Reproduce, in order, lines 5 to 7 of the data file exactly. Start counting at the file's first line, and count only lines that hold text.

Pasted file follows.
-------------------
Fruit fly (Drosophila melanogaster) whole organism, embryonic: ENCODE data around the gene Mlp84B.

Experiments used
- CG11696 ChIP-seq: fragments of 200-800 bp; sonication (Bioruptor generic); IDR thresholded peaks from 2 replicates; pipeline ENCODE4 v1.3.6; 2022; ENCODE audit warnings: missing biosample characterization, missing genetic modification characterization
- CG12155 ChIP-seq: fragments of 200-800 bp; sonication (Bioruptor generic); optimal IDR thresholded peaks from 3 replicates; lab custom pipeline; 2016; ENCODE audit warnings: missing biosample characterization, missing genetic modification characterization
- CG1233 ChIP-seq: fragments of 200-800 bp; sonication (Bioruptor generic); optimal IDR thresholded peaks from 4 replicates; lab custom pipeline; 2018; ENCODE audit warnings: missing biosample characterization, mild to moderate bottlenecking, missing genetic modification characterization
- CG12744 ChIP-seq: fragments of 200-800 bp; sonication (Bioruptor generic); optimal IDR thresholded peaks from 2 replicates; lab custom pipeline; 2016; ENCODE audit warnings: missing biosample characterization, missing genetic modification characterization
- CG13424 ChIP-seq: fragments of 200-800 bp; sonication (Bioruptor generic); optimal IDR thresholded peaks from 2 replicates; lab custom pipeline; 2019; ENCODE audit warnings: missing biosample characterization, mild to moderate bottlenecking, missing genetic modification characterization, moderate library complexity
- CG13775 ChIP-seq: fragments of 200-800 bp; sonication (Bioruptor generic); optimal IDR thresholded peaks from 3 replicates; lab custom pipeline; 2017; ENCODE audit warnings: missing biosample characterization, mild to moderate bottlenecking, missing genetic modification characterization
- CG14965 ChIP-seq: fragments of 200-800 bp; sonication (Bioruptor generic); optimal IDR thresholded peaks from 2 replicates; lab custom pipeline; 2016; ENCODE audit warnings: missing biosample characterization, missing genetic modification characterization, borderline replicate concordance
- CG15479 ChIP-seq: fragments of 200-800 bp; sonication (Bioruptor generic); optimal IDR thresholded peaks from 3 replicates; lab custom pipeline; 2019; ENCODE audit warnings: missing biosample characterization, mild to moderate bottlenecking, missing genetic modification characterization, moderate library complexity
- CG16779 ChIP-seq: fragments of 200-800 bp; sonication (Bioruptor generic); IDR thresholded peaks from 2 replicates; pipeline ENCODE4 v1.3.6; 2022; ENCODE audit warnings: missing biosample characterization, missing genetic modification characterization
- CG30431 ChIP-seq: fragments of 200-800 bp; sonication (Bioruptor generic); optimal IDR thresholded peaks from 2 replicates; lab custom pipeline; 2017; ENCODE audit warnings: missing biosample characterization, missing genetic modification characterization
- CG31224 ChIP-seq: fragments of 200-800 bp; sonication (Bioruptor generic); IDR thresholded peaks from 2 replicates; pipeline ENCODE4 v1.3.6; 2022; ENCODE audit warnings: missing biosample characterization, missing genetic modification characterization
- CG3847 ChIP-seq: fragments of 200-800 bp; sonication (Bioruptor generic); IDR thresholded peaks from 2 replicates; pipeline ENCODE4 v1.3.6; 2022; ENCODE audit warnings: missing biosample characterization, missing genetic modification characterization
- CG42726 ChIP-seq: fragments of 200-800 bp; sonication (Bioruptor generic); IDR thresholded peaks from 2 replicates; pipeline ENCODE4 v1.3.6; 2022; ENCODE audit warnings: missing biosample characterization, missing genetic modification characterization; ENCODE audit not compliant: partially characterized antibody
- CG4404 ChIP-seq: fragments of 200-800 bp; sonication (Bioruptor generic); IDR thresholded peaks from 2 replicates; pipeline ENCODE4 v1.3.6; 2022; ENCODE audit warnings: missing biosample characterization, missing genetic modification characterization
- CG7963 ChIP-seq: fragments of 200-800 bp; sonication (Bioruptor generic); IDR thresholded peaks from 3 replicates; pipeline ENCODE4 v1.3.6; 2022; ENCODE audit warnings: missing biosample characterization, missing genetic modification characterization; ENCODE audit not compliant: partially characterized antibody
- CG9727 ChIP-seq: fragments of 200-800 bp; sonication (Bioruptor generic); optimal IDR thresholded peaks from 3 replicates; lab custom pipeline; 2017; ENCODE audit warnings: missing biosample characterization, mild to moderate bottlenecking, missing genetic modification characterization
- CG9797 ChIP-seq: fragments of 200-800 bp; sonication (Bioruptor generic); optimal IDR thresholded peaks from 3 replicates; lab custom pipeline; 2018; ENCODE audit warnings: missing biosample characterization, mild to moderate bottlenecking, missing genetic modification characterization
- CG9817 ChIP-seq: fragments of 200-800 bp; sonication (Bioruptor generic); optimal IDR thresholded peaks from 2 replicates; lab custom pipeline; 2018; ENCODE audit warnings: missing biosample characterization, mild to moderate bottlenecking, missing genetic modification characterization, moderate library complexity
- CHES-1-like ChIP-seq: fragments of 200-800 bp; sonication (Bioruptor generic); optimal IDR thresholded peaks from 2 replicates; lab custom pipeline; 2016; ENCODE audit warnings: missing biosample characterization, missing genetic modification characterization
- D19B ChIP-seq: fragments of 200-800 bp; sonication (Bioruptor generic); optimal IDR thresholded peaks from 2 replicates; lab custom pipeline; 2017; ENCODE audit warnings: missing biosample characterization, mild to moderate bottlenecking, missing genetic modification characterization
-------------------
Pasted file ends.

- CG1233 ChIP-seq: fragments of 200-800 bp; sonication (Bioruptor generic); optimal IDR thresholded peaks from 4 replicates; lab custom pipeline; 2018; ENCODE audit warnings: missing biosample characterization, mild to moderate bottlenecking, missing genetic modification characterization
- CG12744 ChIP-seq: fragments of 200-800 bp; sonication (Bioruptor generic); optimal IDR thresholded peaks from 2 replicates; lab custom pipeline; 2016; ENCODE audit warnings: missing biosample characterization, missing genetic modification characterization
- CG13424 ChIP-seq: fragments of 200-800 bp; sonication (Bioruptor generic); optimal IDR thresholded peaks from 2 replicates; lab custom pipeline; 2019; ENCODE audit warnings: missing biosample characterization, mild to moderate bottlenecking, missing genetic modification characterization, moderate library complexity